T e a c h e r  C r e a t e d  L e s s o n

Astronomie et cultures autochtones

mbeall2

CHIN, Ottawa, Ontario

The Evening Star and the Morning Star - The Planet Venus

The planet Venus is often thought of as a star - the first one to appear at night (so it is often called the Evening Star) and the last one to fade in the morning sunlight (so it is also called the Morning Star). Because of this, the planet has been part of the legends of many different cultures. It was also an important sign to the Aboriginal people of Australia, who arose at dawn to begin their hunting or fishing. They usually thought of it as a girl.

This story features the Morning Star who lives on the Island of the Dead.

In a story from Arnhem Land (in the far north of Australia) the Morning Star is named Barnumbir and she lives on an island called Bralgu, the Island of the Dead. Because she was so bright, her people often asked her to come out in their boats when they went fishing in the early morning, so that they could see better. But Barnumbir was so afraid of drowning that she always refused to go with them on the sea. Finally two old women of the tribe solved the problem. They tied a long string around her waist so that they could pull her back to Bralgu and keep her safe in a woven basket during the day. Because she is tied to the string she cannot rise very high in the sky and always keeps near the horizon - as Venus does. In the bark painting Barnumbir is pictured as a shining light tied by a string to the woven basket on the Island of the Dead.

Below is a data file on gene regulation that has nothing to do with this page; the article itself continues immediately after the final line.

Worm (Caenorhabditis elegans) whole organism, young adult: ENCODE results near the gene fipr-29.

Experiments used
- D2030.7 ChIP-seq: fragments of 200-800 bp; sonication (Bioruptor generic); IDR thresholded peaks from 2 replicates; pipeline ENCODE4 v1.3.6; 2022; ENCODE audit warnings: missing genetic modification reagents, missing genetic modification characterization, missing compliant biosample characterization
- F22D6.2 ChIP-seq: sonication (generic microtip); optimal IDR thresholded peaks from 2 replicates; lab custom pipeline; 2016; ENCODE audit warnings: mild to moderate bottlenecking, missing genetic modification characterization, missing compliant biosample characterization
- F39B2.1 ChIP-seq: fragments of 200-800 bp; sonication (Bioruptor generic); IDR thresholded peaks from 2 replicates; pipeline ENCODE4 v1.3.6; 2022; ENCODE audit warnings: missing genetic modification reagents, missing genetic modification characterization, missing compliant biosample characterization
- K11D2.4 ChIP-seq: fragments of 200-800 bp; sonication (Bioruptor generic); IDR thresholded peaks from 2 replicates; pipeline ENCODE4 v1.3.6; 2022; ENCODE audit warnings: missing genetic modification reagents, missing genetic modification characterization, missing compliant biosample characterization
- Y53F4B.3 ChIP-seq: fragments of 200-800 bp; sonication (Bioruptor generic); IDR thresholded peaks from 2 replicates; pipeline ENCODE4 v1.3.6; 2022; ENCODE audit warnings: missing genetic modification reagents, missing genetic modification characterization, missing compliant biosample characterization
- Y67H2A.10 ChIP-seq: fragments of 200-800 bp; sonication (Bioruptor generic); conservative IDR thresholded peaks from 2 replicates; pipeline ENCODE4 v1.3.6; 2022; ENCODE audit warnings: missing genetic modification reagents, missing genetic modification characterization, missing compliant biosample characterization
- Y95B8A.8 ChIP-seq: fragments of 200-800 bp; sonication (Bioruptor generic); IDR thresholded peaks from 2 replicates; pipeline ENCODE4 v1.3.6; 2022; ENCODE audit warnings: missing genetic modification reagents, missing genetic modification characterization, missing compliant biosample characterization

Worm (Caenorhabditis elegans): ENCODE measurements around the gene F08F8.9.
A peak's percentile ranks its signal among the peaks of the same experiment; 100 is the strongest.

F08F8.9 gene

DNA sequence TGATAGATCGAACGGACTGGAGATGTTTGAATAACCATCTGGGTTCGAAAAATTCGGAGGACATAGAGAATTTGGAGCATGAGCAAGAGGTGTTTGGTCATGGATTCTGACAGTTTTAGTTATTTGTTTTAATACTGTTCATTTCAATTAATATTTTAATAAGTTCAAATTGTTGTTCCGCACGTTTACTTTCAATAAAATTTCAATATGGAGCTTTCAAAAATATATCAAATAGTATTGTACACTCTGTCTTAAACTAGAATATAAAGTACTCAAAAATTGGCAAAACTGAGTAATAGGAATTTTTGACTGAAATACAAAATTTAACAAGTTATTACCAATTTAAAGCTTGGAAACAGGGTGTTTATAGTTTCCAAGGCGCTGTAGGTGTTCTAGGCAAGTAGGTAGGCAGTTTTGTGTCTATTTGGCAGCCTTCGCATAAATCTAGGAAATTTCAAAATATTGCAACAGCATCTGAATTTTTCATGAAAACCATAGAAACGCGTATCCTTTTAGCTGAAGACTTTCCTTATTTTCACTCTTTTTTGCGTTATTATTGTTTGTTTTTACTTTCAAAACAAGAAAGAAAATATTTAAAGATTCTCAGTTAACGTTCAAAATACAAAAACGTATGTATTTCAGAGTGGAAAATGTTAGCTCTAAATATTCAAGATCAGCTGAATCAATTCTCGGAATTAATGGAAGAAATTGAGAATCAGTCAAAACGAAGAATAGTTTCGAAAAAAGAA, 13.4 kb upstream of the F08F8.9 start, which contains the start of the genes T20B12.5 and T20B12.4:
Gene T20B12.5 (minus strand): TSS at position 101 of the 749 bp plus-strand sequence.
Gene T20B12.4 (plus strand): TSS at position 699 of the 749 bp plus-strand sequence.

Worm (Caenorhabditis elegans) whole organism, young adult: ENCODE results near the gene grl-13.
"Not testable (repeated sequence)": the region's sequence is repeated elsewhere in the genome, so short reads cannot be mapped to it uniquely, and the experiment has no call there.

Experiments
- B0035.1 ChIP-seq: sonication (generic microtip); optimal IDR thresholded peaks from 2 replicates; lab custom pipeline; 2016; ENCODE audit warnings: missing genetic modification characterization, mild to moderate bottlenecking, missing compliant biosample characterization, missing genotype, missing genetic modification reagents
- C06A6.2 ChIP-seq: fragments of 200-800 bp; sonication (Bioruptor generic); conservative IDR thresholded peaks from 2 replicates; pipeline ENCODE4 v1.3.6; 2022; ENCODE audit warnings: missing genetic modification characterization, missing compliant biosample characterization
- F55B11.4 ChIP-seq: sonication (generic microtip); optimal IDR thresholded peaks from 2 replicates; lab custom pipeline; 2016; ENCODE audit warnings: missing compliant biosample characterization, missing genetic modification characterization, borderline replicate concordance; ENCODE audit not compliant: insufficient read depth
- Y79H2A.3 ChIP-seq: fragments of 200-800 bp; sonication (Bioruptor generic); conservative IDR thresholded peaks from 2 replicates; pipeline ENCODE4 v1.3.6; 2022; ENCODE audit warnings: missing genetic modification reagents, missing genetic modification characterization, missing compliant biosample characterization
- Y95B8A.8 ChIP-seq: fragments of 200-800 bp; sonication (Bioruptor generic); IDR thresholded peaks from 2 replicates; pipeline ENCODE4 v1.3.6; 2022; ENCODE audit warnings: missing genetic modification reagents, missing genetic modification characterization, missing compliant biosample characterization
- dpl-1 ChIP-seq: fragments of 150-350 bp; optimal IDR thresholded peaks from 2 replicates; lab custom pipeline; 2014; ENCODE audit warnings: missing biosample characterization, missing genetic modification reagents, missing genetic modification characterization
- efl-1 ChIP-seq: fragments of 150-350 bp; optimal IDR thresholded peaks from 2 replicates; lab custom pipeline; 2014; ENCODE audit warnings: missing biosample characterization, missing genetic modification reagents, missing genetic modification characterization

In Arnhem Land, because of this connection with the Island of the Dead, the morning star is an important part of the ceremony for the dead. It is represented by a totem stick to the top of which is tied a cluster of white feathers or down, denoting the shining star, and long strings ending in smaller bunches of feathers to suggest the rays. The spirit of the dead person is believed to be conducted by the star to its last resting place on Bralgu.
Canadian Heritage Information Network


© Canadian Heritage Information Network, 2003
Learning Object Collection: Sky Stories: Indigenous Astronomy
Learning Object: Indigenous Astronomy: The Australians
Institution: RCIP-CHIN